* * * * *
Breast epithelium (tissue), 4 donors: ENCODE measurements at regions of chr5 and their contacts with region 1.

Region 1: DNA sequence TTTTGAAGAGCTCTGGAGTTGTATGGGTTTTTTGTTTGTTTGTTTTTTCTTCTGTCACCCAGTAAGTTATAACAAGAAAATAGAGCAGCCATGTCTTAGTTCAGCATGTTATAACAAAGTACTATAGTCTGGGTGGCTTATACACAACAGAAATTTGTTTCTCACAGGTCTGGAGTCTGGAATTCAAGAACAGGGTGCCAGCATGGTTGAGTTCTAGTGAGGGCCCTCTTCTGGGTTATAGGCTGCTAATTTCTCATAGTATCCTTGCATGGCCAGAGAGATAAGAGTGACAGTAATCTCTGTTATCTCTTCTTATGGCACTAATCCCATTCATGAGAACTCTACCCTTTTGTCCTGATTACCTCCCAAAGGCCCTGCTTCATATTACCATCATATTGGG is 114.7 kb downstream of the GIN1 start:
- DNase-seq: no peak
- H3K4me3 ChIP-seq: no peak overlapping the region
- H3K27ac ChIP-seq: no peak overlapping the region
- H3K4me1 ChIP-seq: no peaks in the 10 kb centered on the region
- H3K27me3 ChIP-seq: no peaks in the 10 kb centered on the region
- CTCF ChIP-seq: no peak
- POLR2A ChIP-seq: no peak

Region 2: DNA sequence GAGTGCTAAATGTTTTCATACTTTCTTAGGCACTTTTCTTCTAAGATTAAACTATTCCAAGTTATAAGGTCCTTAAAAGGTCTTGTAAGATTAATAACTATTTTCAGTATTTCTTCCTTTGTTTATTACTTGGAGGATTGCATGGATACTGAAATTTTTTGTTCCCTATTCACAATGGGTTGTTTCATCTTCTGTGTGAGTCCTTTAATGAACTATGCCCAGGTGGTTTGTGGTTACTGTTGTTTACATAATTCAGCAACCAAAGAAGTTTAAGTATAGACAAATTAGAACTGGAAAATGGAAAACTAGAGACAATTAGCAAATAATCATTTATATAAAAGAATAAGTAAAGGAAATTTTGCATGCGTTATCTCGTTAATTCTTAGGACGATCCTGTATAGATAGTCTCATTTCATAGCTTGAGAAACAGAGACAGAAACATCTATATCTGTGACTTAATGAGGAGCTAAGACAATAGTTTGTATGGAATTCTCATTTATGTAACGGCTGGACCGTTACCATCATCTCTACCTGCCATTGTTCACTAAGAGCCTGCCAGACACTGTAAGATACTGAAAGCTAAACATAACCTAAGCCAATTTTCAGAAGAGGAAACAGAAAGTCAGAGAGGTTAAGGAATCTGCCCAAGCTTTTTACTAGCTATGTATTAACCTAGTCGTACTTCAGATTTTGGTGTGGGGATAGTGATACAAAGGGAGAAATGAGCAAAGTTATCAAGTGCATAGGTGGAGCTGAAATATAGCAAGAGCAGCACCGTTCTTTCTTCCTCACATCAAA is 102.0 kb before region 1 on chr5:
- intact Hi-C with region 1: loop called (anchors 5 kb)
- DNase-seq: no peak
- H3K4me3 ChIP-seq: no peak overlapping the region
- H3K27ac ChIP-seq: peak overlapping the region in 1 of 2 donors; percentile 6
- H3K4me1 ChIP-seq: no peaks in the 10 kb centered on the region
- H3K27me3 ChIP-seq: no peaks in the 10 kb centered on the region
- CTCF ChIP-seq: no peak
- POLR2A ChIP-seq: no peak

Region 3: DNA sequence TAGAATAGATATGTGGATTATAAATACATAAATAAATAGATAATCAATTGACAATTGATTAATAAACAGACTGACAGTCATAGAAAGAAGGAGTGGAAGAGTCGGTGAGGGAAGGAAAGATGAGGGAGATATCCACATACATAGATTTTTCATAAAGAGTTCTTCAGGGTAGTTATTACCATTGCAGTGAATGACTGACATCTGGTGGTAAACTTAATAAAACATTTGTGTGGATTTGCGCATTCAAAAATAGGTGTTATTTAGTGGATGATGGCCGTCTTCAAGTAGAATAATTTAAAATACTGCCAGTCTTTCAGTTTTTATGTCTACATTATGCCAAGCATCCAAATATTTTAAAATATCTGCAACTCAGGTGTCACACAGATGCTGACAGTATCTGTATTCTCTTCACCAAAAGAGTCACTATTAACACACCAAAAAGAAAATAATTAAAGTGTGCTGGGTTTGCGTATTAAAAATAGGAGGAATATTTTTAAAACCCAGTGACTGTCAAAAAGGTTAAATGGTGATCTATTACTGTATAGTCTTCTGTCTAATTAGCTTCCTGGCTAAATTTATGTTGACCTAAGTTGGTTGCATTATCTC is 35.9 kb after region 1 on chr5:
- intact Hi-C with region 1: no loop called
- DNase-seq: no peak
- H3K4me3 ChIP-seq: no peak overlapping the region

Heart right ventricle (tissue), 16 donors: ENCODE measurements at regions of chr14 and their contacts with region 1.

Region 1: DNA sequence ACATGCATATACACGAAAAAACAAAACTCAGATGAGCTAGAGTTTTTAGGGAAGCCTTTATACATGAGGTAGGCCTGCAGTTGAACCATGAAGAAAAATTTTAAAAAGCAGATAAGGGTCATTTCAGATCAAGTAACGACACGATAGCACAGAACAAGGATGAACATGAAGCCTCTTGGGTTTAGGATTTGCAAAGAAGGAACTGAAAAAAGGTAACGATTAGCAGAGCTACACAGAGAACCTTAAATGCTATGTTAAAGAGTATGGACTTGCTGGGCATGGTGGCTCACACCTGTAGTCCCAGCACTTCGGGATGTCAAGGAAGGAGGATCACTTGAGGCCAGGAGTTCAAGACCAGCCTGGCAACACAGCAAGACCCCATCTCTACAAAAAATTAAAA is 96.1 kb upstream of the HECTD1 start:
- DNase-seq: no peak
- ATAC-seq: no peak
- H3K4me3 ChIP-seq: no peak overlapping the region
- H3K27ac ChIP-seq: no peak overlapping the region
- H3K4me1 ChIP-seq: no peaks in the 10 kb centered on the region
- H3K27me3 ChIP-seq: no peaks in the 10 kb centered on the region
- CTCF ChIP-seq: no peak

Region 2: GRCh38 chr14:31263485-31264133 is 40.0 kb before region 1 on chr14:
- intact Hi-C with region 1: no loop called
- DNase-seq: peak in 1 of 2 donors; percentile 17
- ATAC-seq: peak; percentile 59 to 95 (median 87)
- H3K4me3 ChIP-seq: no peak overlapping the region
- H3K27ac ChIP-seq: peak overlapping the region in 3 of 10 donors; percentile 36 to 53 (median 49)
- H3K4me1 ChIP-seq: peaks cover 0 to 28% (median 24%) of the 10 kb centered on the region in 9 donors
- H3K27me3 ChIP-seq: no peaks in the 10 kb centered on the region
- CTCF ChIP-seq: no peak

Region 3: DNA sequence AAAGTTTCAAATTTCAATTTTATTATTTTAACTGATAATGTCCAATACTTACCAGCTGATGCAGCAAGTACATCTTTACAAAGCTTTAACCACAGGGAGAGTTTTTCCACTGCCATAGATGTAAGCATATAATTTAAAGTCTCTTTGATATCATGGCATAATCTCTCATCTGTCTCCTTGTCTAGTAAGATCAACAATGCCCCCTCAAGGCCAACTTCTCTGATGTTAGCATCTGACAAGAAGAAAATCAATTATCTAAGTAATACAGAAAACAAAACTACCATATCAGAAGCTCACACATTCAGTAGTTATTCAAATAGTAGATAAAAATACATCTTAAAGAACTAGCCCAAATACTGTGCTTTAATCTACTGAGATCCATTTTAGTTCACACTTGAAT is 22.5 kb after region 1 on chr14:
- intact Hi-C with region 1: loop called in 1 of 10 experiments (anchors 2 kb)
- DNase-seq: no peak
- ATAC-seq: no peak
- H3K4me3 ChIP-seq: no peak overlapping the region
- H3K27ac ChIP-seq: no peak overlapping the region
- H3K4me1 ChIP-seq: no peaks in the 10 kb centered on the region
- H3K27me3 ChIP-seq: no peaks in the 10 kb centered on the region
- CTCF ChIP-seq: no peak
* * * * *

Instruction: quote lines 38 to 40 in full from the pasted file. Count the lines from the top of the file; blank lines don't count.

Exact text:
- H3K4me1 ChIP-seq: peaks cover 0 to 28% (median 24%) of the 10 kb centered on the region in 9 donors
- H3K27me3 ChIP-seq: no peaks in the 10 kb centered on the region
- CTCF ChIP-seq: no peak